Switching your child from a crib to a bed can be challenging. Establishing a solid bedtime routine before transitioning from a crib to a bed is the most important activity to help your child adapt to the change.

Routine, routine, routine

Establishing a regular bedtime routine is very important for all children, as well as adults. If your child falls asleep with a parent present, they will often need the parent to be present if they wake up in the middle of the night. If your child falls asleep alone, then there is a much higher chance that your child will not get out of a toddler bed repeatedly, looking for a parent. If your child does not already have a regular bedtime routine, establish a 10- to 15-minute routine (reading together, cuddling, consistent light and sound in the bedroom) over three to five days and then transition your child from a crib to a bed.

Child stress

Any change can be stressful, particularly for children who are in the process of developing their self-regulatory capacity. The rails of a crib provide security, and the new freedom of a toddler bed may create insecurity and activate the child’s natural tendency to test limits. Creating some excitement and rules about the change, as well as what is expected, can help calm and contain the child.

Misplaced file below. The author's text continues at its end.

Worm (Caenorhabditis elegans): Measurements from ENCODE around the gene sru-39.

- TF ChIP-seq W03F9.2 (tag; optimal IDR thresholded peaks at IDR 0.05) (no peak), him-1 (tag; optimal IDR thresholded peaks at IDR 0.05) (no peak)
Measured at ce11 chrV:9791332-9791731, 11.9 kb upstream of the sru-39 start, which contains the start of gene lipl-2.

Transitioning

Have a good reason to transition your child out of his or her crib. The main reason parents may want to transition their child to a bed is if she or he is a climber. Once your child can verbally communicate and can engage in verbal reasoning, it is easier to transition him or her to a toddler bed.

Additionally, since your child is accustomed to having the limits of crib rails, establish clear rules that your child is not allowed to leave the room or call out to you. Instead, begin the transition process by checking in with him or her on a frequent basis, and let him or her know that “if you stay in bed I’ll come back and check on you quickly.”

There are no real risks of transitioning to a bed too early, but the primary risk of transitioning too late is your child climbing out of the crib and falling and injuring his or herself.

ABOUT THE AUTHOR

Daniel Lewin Daniel S. Lewin, PhD, is a pediatric psychologist, sleep specialist, and licensed clinical psychologist. He is Board Certified in Sleep Medicine and Behavioral Sleep Medicine and is the Associate Director of the Pediatric Sleep Medicine and Director of the Pulmonary Behavioral Medicine Program at Children’s National Health System and Assistant Professor of Pediatrics at George Washington University School of Medicine.

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Posts from Daniel S. Lewin, PhD, DABSM

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